Rules and regulations falling short on consumer understanding

1 year ago

If I was to do a word-cloud covering what had been written about the FCA’s new rules on consumer duty, there is no doubt ‘ground-breaking’ and ‘seismic’ would feature large.

This set of regulations demand financial services firms stop and think about the consequences of all their interactions with their consumers and ensure good outcomes in four areas – governance of products and services, price and value, customer support, and consumer understanding.

This should result in a step change in the quality of consumer experience of financial services.

However, such a transformation is only possible if the rule makers also take a good hard look at the rules and regulations they put in place and apply the same tests.

Taking a glance at the pension rules, there are at least three topical areas where regulations and rules could or do fall short of the consumer understanding check:

1. Three annual allowances

‘How much money can I tax-efficiently invest in a pension?’ should be a simple question to answer. But it’s not. As well as the standard annual allowance of £40,000, firms have to explain how the customer’s level of UK relevant earnings – and whatever income they are made up from – could restrict tax relief. And that’s before the areas of tapered annual allowance and money purchase annual allowance are covered.

How much easier to understand would it be to only have one single annual allowance for defined contribution pension savers. And a lifetime allowance only for defined benefit scheme members.

2. Investment pathways for platform pensions

The problem with investment pathways regulations is that they do not fit into the world of platform pensions and therefore don’t make a lot of sense to these types of savers. The regulations are written in such a way that doesn’t allow wriggle room on the content and timing of the messages that providers have to give.

When the pension investor requests tax-free cash and/or income, they are bombarded with messages about investment. At that moment all they are bothered about is the money being paid into their bank account. It would be far more effective if once payments had been made, providers then engaged savers about making good investment choices with their remaining pot.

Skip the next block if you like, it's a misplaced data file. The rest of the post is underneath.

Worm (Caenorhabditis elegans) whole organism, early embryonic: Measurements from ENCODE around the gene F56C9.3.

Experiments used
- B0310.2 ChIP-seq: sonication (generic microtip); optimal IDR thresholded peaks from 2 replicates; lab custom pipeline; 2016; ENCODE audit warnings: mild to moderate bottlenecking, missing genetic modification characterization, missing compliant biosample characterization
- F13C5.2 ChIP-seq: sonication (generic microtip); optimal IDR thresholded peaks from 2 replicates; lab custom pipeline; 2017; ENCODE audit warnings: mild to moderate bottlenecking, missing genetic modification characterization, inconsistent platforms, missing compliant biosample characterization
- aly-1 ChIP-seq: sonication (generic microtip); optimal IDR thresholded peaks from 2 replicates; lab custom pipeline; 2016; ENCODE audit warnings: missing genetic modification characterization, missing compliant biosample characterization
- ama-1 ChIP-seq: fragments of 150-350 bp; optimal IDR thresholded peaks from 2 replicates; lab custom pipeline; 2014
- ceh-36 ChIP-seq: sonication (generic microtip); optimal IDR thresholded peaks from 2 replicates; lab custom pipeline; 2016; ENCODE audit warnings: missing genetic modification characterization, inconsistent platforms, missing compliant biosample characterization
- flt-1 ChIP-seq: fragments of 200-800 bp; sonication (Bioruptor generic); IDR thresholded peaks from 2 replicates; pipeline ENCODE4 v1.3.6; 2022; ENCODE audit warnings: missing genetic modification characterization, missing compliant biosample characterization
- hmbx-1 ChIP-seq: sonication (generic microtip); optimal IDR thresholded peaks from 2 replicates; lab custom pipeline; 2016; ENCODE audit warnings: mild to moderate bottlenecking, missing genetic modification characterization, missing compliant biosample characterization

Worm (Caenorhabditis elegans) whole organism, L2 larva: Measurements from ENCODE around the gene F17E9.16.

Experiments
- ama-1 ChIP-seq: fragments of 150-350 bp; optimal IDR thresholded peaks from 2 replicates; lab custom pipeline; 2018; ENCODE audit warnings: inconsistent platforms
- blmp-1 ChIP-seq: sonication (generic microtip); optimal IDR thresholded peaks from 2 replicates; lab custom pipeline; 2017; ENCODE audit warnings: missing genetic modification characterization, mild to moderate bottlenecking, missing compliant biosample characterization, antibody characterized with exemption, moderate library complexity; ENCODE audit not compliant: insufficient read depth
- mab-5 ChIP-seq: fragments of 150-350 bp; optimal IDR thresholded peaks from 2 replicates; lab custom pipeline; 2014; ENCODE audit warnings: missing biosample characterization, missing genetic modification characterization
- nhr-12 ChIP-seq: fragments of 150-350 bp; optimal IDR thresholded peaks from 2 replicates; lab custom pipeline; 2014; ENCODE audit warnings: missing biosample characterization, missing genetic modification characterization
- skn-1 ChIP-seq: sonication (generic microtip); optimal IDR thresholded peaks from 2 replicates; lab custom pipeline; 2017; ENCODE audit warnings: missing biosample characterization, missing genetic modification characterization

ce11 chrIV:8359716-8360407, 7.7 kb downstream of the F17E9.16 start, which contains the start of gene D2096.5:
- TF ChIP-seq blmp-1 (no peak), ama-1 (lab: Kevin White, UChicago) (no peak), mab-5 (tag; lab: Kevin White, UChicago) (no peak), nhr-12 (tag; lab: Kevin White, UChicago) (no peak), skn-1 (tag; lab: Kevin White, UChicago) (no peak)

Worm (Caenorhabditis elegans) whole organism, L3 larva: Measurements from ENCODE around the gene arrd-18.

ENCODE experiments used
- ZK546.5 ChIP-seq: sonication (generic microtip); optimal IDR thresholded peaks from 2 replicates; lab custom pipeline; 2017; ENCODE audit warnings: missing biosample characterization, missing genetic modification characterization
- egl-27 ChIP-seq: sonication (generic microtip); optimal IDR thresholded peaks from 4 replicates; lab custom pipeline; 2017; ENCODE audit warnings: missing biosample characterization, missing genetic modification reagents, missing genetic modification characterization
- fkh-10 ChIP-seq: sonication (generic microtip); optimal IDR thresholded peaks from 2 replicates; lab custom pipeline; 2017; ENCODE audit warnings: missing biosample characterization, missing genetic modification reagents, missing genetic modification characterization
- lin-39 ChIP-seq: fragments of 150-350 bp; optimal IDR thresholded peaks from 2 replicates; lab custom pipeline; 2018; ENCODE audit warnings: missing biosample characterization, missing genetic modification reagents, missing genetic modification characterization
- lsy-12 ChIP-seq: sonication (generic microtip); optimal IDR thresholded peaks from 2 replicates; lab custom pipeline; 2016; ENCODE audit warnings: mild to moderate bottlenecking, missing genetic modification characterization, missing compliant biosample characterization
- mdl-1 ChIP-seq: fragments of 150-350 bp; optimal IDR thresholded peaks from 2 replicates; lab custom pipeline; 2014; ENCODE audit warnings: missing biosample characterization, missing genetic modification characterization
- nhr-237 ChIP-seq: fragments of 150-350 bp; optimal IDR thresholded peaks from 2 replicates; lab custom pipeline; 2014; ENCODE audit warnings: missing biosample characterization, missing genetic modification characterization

3. Growth projections based on volatility

The Financial Reporting Council (FRC) is currently proposing changes to the growth rate assumptions for projections of future pension pots and retirement income for both annual statements and the pensions dashboards. It wants to base this on the volatility of each separate investment held in the pension pot. Try explaining that succinctly and easily to customers.

Projections are just best guesses. Investors don’t need an exact number; they need an indication of what could happen. After all, there are so many things that will change after the date of projection – such as contribution rates and patterns, retirement age, or investment strategy, to name but three.

Keep it simple. Instead of using rates based on volatility just assume a simple single rate for the pot. The projection will end up in the same ballpark, and people will understand how it has been calculated.

Good consumer understanding is vital. Giving consumers the information they need, at the right time, and presented in a way they can understand is the bedrock to them making better financial decisions, and ultimately achieving a better financial life.

Firms embedding the consumer duty into their activity is only half the story. To truly get ground-breaking change, the rule makers also need to walk the walk, and fully adopt these principles.

This article was previously published by FT Adviser

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Rachel Vahey

Rachel Vahey

Job Title
Head of Public Policy

Rachel is Head of Public Policy helping financial advisers and planners understand the changing pensions and savings environment, as well as how new legislation and regulation affects them and their clients. She’s well known within the pensions and savings industry, and regularly speaks at AJ Bell events, alongside writing content and articles for our website.

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